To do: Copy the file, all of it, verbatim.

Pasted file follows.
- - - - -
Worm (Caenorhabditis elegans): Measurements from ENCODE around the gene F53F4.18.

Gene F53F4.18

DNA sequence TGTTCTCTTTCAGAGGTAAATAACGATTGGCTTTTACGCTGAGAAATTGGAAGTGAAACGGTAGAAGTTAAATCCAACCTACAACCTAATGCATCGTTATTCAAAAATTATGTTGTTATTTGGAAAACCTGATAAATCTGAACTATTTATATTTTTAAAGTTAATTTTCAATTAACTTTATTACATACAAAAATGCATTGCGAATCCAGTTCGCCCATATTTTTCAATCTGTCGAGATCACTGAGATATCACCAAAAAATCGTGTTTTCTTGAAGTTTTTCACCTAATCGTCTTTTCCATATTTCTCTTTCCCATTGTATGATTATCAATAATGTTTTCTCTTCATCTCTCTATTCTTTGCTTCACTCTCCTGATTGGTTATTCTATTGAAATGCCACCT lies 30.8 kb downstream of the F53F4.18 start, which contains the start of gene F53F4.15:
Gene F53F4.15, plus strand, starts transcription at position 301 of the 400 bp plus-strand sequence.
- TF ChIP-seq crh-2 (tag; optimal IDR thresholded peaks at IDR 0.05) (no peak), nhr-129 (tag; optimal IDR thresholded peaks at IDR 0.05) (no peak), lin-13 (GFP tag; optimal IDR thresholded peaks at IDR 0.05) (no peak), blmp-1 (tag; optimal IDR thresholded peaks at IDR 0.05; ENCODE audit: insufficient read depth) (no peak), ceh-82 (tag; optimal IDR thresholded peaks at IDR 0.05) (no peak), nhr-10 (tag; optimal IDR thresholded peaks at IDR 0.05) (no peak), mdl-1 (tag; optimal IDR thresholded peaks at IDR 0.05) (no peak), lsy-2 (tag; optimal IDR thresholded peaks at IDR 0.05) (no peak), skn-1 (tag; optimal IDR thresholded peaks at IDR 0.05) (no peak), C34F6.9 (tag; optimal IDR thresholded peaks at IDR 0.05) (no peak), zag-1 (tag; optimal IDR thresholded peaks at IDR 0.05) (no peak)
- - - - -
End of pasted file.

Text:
Worm (Caenorhabditis elegans): Measurements from ENCODE around the gene F53F4.18.

Gene F53F4.18

DNA sequence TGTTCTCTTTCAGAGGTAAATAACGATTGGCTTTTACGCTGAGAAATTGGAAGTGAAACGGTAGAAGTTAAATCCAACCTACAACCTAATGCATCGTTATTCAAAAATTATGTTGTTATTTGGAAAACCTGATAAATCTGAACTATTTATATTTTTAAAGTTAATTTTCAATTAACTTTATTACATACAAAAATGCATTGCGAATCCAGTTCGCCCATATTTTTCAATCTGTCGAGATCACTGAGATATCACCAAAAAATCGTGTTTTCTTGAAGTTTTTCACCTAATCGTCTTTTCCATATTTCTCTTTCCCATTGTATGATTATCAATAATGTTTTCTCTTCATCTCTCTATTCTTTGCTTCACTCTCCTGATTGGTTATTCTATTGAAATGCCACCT lies 30.8 kb downstream of the F53F4.18 start, which contains the start of gene F53F4.15:
Gene F53F4.15, plus strand, starts transcription at position 301 of the 400 bp plus-strand sequence.
- TF ChIP-seq crh-2 (tag; optimal IDR thresholded peaks at IDR 0.05) (no peak), nhr-129 (tag; optimal IDR thresholded peaks at IDR 0.05) (no peak), lin-13 (GFP tag; optimal IDR thresholded peaks at IDR 0.05) (no peak), blmp-1 (tag; optimal IDR thresholded peaks at IDR 0.05; ENCODE audit: insufficient read depth) (no peak), ceh-82 (tag; optimal IDR thresholded peaks at IDR 0.05) (no peak), nhr-10 (tag; optimal IDR thresholded peaks at IDR 0.05) (no peak), mdl-1 (tag; optimal IDR thresholded peaks at IDR 0.05) (no peak), lsy-2 (tag; optimal IDR thresholded peaks at IDR 0.05) (no peak), skn-1 (tag; optimal IDR thresholded peaks at IDR 0.05) (no peak), C34F6.9 (tag; optimal IDR thresholded peaks at IDR 0.05) (no peak), zag-1 (tag; optimal IDR thresholded peaks at IDR 0.05) (no peak)